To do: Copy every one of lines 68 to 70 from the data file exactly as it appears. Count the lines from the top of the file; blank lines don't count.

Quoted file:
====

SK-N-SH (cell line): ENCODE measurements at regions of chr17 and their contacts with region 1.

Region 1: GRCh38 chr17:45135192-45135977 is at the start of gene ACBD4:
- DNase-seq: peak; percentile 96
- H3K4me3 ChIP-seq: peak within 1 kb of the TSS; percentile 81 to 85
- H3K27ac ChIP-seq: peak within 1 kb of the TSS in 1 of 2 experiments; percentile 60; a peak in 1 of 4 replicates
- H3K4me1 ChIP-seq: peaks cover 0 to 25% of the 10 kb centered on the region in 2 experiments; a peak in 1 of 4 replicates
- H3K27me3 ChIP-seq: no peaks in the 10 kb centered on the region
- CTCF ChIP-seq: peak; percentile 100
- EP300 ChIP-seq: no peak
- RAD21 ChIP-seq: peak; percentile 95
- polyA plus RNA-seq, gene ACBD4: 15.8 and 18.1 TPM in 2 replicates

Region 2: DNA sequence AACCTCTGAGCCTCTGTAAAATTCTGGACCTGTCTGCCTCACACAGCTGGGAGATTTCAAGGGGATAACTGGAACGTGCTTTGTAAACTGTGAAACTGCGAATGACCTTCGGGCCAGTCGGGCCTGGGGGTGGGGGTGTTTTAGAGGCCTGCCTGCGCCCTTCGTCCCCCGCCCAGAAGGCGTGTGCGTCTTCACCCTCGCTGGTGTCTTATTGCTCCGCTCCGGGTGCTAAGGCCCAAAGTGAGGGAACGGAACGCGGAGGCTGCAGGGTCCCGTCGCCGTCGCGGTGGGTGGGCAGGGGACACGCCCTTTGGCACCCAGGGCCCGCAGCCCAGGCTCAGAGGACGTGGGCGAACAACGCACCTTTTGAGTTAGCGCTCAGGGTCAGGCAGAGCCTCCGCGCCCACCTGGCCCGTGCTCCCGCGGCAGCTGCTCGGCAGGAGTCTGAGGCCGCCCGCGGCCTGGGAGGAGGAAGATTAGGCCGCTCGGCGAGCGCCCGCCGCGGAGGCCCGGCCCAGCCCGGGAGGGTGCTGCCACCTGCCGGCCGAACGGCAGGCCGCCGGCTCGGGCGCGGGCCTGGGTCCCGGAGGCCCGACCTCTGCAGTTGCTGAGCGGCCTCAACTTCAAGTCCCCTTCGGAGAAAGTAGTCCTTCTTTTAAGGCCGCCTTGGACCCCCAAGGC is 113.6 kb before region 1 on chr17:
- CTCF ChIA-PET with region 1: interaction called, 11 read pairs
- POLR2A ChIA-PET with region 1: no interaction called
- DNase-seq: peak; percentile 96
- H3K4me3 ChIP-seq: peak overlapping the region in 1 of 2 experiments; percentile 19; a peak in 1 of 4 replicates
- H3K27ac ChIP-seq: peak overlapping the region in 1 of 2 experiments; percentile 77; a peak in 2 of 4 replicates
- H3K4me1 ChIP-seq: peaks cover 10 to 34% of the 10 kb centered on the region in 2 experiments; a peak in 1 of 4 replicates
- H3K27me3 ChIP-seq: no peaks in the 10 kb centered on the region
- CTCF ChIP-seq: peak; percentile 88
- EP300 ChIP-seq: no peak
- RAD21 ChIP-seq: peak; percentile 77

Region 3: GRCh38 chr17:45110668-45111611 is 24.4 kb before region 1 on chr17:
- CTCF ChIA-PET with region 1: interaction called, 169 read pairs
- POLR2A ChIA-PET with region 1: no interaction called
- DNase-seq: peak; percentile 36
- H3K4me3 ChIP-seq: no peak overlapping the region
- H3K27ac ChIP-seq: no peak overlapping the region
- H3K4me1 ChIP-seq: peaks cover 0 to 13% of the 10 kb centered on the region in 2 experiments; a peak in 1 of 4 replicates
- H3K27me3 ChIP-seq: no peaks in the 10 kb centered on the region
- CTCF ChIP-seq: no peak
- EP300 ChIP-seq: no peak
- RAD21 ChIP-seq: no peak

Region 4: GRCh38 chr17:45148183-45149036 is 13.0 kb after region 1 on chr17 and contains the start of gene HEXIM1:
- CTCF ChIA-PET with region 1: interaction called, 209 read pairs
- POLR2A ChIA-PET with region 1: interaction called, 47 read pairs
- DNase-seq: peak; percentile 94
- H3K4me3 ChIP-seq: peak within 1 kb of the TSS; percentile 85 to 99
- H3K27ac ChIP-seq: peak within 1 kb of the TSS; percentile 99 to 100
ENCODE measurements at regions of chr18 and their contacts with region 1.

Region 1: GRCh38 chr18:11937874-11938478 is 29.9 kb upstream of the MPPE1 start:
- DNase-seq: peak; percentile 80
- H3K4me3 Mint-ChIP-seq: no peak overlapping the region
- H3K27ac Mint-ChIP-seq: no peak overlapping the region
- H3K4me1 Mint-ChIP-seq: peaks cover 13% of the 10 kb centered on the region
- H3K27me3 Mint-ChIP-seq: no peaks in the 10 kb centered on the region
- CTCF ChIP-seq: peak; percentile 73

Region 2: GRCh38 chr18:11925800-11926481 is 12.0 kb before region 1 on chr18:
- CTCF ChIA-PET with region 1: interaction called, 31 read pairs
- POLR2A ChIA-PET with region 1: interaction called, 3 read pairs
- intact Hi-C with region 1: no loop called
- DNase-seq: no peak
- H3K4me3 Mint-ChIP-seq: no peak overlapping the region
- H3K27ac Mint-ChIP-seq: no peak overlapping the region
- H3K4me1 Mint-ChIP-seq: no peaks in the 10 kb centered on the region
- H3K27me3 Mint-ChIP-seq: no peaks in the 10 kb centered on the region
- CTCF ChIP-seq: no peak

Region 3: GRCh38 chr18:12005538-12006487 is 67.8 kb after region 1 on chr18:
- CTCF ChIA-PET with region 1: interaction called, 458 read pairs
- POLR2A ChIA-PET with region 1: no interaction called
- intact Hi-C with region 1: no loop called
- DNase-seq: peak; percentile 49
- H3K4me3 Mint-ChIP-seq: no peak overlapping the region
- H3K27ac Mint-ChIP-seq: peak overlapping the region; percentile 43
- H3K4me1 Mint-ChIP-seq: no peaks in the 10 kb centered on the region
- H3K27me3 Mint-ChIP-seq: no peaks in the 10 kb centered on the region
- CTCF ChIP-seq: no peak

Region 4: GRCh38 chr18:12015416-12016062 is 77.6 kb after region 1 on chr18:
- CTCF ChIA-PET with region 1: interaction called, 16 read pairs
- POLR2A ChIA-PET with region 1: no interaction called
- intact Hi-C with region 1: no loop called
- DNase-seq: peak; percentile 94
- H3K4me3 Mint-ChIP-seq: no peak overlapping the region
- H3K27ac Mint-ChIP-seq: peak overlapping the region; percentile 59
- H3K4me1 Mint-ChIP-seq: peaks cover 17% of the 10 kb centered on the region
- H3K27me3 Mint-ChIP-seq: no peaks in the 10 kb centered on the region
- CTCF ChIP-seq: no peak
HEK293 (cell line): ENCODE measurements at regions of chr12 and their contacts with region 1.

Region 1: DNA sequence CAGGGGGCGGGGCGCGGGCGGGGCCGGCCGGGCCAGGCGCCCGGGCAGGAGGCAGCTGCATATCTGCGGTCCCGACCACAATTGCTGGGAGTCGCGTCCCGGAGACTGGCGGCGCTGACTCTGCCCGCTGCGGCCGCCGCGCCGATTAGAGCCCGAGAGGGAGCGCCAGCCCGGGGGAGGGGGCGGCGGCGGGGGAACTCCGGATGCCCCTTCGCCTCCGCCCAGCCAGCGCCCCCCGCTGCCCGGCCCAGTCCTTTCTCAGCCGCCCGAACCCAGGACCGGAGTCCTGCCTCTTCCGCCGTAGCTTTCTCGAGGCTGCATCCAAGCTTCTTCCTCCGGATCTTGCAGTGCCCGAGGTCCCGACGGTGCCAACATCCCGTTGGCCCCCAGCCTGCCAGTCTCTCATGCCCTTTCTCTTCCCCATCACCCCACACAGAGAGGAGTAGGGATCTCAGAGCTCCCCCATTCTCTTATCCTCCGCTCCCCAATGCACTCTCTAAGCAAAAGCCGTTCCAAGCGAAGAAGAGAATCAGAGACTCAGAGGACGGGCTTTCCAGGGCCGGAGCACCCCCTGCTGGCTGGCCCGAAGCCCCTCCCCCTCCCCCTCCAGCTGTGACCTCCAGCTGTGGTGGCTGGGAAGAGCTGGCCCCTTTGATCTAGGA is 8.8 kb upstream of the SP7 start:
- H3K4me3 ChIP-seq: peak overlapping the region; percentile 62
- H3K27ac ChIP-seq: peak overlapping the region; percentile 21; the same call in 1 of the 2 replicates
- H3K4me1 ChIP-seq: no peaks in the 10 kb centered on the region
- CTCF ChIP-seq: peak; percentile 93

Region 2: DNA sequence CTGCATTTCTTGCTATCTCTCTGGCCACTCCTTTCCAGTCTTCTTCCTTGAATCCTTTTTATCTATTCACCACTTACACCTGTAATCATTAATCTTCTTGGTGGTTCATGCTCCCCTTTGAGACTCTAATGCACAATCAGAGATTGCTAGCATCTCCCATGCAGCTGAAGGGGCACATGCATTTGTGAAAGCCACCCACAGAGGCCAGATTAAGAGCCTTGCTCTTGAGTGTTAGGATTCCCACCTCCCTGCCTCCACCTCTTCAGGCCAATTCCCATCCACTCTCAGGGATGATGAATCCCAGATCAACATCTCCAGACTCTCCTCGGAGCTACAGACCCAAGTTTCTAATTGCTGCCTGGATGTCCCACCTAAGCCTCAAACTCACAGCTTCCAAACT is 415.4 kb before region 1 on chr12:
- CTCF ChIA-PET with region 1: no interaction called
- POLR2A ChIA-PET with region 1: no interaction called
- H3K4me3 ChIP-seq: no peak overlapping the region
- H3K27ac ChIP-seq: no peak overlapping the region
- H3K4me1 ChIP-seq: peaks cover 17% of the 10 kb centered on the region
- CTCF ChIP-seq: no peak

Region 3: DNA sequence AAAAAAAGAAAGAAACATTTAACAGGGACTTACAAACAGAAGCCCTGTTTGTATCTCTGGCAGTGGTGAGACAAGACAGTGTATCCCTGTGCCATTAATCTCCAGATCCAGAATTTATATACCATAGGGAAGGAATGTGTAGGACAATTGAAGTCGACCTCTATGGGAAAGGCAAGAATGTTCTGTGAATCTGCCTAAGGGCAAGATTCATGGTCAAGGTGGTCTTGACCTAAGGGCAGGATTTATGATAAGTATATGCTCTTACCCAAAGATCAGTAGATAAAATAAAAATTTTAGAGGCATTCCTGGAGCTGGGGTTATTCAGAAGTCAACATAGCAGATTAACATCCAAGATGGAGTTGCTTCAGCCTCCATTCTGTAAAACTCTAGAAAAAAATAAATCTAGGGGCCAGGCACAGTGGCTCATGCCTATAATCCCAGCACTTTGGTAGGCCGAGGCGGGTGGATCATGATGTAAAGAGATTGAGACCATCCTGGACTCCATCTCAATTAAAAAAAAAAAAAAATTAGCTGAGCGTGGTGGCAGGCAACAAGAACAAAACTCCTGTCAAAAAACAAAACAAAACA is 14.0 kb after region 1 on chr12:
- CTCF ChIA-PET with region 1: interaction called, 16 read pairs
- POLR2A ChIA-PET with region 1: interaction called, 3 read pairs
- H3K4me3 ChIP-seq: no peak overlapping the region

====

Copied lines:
Region 4: GRCh38 chr18:12015416-12016062 is 77.6 kb after region 1 on chr18:
- CTCF ChIA-PET with region 1: interaction called, 16 read pairs
- POLR2A ChIA-PET with region 1: no interaction called